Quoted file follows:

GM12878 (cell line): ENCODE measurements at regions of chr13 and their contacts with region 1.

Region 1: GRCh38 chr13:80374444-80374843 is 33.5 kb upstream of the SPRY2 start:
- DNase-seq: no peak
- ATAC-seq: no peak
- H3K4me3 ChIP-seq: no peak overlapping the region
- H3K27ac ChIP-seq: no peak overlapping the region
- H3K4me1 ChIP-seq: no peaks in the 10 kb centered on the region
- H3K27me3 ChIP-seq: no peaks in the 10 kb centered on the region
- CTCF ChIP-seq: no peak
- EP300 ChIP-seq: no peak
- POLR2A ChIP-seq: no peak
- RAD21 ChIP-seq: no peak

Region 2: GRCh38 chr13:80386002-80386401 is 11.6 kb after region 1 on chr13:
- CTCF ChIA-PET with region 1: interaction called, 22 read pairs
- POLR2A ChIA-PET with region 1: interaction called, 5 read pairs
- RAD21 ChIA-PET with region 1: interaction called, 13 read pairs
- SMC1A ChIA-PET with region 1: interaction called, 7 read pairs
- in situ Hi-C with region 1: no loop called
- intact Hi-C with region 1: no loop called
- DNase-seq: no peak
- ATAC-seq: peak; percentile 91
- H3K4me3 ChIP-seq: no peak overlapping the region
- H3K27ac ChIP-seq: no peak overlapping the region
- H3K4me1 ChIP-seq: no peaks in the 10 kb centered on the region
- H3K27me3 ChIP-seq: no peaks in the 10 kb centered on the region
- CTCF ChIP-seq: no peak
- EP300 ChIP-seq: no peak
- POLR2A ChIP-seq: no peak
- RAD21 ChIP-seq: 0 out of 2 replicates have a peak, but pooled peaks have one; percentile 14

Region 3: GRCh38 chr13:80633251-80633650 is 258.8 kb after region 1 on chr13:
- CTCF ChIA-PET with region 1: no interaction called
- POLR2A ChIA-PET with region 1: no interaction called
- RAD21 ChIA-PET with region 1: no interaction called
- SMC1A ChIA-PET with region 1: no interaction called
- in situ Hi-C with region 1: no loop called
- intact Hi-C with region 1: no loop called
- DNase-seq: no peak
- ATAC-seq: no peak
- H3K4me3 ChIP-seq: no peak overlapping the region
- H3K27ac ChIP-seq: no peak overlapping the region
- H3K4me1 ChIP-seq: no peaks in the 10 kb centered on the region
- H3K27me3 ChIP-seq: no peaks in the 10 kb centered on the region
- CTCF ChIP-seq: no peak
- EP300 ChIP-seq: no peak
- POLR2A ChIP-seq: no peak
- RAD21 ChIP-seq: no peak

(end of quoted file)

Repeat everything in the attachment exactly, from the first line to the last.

GM12878 (cell line): ENCODE measurements at regions of chr13 and their contacts with region 1.

Region 1: GRCh38 chr13:80374444-80374843 is 33.5 kb upstream of the SPRY2 start:
- DNase-seq: no peak
- ATAC-seq: no peak
- H3K4me3 ChIP-seq: no peak overlapping the region
- H3K27ac ChIP-seq: no peak overlapping the region
- H3K4me1 ChIP-seq: no peaks in the 10 kb centered on the region
- H3K27me3 ChIP-seq: no peaks in the 10 kb centered on the region
- CTCF ChIP-seq: no peak
- EP300 ChIP-seq: no peak
- POLR2A ChIP-seq: no peak
- RAD21 ChIP-seq: no peak

Region 2: GRCh38 chr13:80386002-80386401 is 11.6 kb after region 1 on chr13:
- CTCF ChIA-PET with region 1: interaction called, 22 read pairs
- POLR2A ChIA-PET with region 1: interaction called, 5 read pairs
- RAD21 ChIA-PET with region 1: interaction called, 13 read pairs
- SMC1A ChIA-PET with region 1: interaction called, 7 read pairs
- in situ Hi-C with region 1: no loop called
- intact Hi-C with region 1: no loop called
- DNase-seq: no peak
- ATAC-seq: peak; percentile 91
- H3K4me3 ChIP-seq: no peak overlapping the region
- H3K27ac ChIP-seq: no peak overlapping the region
- H3K4me1 ChIP-seq: no peaks in the 10 kb centered on the region
- H3K27me3 ChIP-seq: no peaks in the 10 kb centered on the region
- CTCF ChIP-seq: no peak
- EP300 ChIP-seq: no peak
- POLR2A ChIP-seq: no peak
- RAD21 ChIP-seq: 0 out of 2 replicates have a peak, but pooled peaks have one; percentile 14

Region 3: GRCh38 chr13:80633251-80633650 is 258.8 kb after region 1 on chr13:
- CTCF ChIA-PET with region 1: no interaction called
- POLR2A ChIA-PET with region 1: no interaction called
- RAD21 ChIA-PET with region 1: no interaction called
- SMC1A ChIA-PET with region 1: no interaction called
- in situ Hi-C with region 1: no loop called
- intact Hi-C with region 1: no loop called
- DNase-seq: no peak
- ATAC-seq: no peak
- H3K4me3 ChIP-seq: no peak overlapping the region
- H3K27ac ChIP-seq: no peak overlapping the region
- H3K4me1 ChIP-seq: no peaks in the 10 kb centered on the region
- H3K27me3 ChIP-seq: no peaks in the 10 kb centered on the region
- CTCF ChIP-seq: no peak
- EP300 ChIP-seq: no peak
- POLR2A ChIP-seq: no peak
- RAD21 ChIP-seq: no peak